All of the steps are helpful, but none is more germane to our subject this morning than Step Four—Make a searching and fearless moral inventory of ourselves. That means that you take a look at your life and see it for what it really is. You look in the mirror, and even if you don’t like what you see, you refuse to turn your face away. That’s not easy, because everything within us rejects such a radical step.
Listen to these words from Twelve Steps and Twelve Traditions:
We also clutch at another excuse for avoiding an inventory. Our present anxieties and troubles, we cry, are caused by the behavior of other people—people who really need a moral inventory. We firmly believe that if only they’d treat us better, we’d be all right. Therefore we think that our indignation is justified and reasonable—that our resentments are the “right kind.” We aren’t the guilty ones. They are. (pp. 45-46)
Sound familiar? It ought to. Most of us know all about shifting the blame. We’re all experts at spotting the sawdust in our brother’s eye; we’re not so good at seeing the telephone pole in our own. We’ve got X-ray vision when it comes to spotting the faults of others; we’re totally blind when it comes to our own.
This book goes one step further. It speaks of being fearless in our moral inventory. Fearless? Are you kidding? Fear is the reason we refuse to look squarely at the mirror. We’re scared to death of what we might see. We’re even more scared of what others might see: “What if they find out what I’m really like?” What we mean is, “If they find out the truth, they won’t like me anymore.” So we lie and cover-up and deceive. Then we lie to cover up our earlier lies. One lie leads to another until finally we are so entangled in our web of deceit we hardly know what the truth is.
I read again from the book:
For most of us, self-justification was the maker of excuses; excuses, of course, for drinking, and for all kinds of crazy and damaging conduct. We had made the invention of alibis a fine art. We had to drink because times were hard or times were good. We had to drink because at home we were smothered with love or got none at all. We had to drink because at work we were great successes or dismal failures. We had to drink because our nation had won a war or lost a peace. And so it went, ad infinitum. (pp. 46-47)
Please note. Drinking is not the issue, not even for alcoholics. Drinking is a symptom of a deeper issue, a tendency to make excuses as a way of avoiding our problems. Many people who never drink at all lie about their behavior like the biggest alcoholic in the world. People who would never touch Jack Daniels think nothing of blaming everyone else for their problems.
Let me come to my thesis: It is a fundamental mark of spiritual health to be able to say, I was wrong.” Blessed is the man who can say those words because that man is on his way to spiritual health. If you want a verse to go with my thesis, jot down Proverbs 28:13, “He who conceals his sins does not prosper, but whoever confesses and renounces them finds mercy.”
When we sin, Solomon says we only have two options. Option 1 is to conceal it. That means to cover it up, to make excuses, to rationalize, to pass the buck. When that happens, we do not prosper. We go through the internal hell of living with a guilty conscience. In the words of Psalm 32, our bones waste away and our strength is sapped. We suffer physically and mentally because we conceal our sins. Nothing works right.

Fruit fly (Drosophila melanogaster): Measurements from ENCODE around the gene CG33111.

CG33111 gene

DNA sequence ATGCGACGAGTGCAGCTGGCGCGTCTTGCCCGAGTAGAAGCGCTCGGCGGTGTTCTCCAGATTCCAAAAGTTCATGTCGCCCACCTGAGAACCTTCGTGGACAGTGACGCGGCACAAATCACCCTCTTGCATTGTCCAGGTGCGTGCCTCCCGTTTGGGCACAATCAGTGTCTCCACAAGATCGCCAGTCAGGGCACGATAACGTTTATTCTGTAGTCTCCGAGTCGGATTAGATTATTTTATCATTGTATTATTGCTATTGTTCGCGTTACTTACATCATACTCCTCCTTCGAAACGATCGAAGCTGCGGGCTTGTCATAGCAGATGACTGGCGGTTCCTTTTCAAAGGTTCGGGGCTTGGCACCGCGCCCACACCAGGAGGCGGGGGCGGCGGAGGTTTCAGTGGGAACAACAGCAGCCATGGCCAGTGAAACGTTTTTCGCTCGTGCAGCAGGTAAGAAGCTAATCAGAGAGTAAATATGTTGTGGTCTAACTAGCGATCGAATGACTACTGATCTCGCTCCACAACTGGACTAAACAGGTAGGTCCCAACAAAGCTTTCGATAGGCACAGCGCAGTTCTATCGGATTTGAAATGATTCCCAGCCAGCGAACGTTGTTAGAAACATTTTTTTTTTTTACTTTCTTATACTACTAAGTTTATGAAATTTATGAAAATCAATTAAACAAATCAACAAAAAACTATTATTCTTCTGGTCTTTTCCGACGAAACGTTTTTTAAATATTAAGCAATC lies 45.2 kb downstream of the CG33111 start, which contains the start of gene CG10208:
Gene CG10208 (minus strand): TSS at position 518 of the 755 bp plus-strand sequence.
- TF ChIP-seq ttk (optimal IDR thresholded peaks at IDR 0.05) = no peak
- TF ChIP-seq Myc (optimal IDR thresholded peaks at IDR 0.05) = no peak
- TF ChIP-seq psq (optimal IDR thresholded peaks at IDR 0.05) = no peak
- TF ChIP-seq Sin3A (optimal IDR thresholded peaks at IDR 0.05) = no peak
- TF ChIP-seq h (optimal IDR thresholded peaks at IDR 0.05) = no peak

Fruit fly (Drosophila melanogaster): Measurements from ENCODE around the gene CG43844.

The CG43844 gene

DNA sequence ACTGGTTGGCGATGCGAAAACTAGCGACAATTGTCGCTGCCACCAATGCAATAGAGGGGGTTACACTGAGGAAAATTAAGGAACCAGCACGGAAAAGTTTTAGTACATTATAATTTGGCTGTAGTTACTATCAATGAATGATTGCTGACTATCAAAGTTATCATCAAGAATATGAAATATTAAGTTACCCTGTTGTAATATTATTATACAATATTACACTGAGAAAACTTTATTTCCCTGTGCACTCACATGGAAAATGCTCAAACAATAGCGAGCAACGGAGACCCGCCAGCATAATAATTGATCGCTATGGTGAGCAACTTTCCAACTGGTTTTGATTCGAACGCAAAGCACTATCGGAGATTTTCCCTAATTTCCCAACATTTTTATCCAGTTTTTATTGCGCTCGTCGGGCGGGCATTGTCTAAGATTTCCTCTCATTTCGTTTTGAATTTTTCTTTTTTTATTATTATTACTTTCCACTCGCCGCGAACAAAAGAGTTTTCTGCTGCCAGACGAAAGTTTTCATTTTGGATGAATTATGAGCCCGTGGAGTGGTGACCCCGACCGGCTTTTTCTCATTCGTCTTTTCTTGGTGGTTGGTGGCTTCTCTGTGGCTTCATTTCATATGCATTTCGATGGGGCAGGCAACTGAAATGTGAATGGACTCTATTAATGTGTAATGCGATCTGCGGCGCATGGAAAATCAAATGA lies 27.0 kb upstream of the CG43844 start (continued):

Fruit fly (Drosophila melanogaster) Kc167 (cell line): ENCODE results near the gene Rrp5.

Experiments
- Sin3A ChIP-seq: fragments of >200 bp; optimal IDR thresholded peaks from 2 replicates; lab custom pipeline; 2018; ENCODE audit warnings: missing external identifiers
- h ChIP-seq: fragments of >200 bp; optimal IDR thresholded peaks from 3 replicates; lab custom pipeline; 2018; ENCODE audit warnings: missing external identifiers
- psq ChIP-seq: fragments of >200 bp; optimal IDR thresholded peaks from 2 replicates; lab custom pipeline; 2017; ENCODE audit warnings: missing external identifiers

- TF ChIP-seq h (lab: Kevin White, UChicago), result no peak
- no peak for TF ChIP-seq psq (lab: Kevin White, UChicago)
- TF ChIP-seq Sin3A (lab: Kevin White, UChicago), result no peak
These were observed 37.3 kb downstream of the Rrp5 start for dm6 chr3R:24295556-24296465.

Option 2 is clear. Our other choice is to confess our sins and to renounce them. Both those words are important. To confess means to own up to what you did. When you confess your sins, you are saying, “Yes, I did it and I know it was wrong.” To renounce your sins means to take steps to break the sinful pattern in your own life. When you renounce your sins, you are saying, “I’ve been walking in the wrong path and now, with God’s help, I’m not going to walk in that path anymore. I’m going to change the direction of my life.”
“I Was Wr-r-r-r-r-r-”
But it is not easy to say “I was wrong.” Most of us would rather do anything than to admit we were wrong. Do you remember how much trouble Fonzie had with this issue on the TV series Happy Days? Fonzie was too cool to ever admit he was wrong. Richie Cunningham would say to him, “Go ahead, admit it, you were wrong.” So Fonzie would go, “I was wr-r-r-r-r-r-r-.” And he couldn’t get the word out. So he would end up saying, “I was wr-r-r-r-r-Not right!”
But “not right” is not the same thing as “wrong.” If you’re wrong, you’re wrong. But if you are “not right,” nobody really knows what you are.
“All I Said Was”
Sometimes we make our excuses so subtly that we don’t realize what we’re doing. Let’s say that you are describing an argument you had with your wife. You say, “All I said was, ‘Is your mother coming again?’” Now you don’t have to be an Einstein to figure out that you’re in trouble the moment those words come out of your mouth.
Whenever we preface something with the four words, “All I said was,” we’re in big trouble. Those are four of the most destructive words in the English language. They imply that you are sane, logical and loving and the other person is a nut. When you use those four words, you’re really saying, “It’s not my fault. I don’t have a problem. Somebody else has a problem.”
As long as you continue to say that, you cannot be forgiven;
As long as you say that, your relationships will remain broken;
As long as you say that, you will struggle with bitterness and resentment;
As long as you say that, you will remain locked out of the abundant life Jesus came to provide.
As long as you blame others, your life will remain broken and fragmented because wholly living demands total honesty about your condition. You’ll never know holiness or wholeness or mental and spiritual health.
That’s why this first question is so crucial: “Is it becoming easier to say, ‘I was wrong?’”
“I Have Sinned”
Once upon a time Jesus told a story about a young man who felt an urge to leave his father’s house. It’s a familiar story, one that has happened in almost every family. This young man asked for his portion of the family estate and left for a distant land. There he squandered his money on wild living. Days passed, then weeks, then months. At last came the day when the young man had spent all his money. Now broke and destitute, he found himself in a desperate place, far from family and friends. Although he was ashamed, he hired on with a farmer who put him to work slopping the hogs. He was so hungry that he found himself ready to eat with the pigs.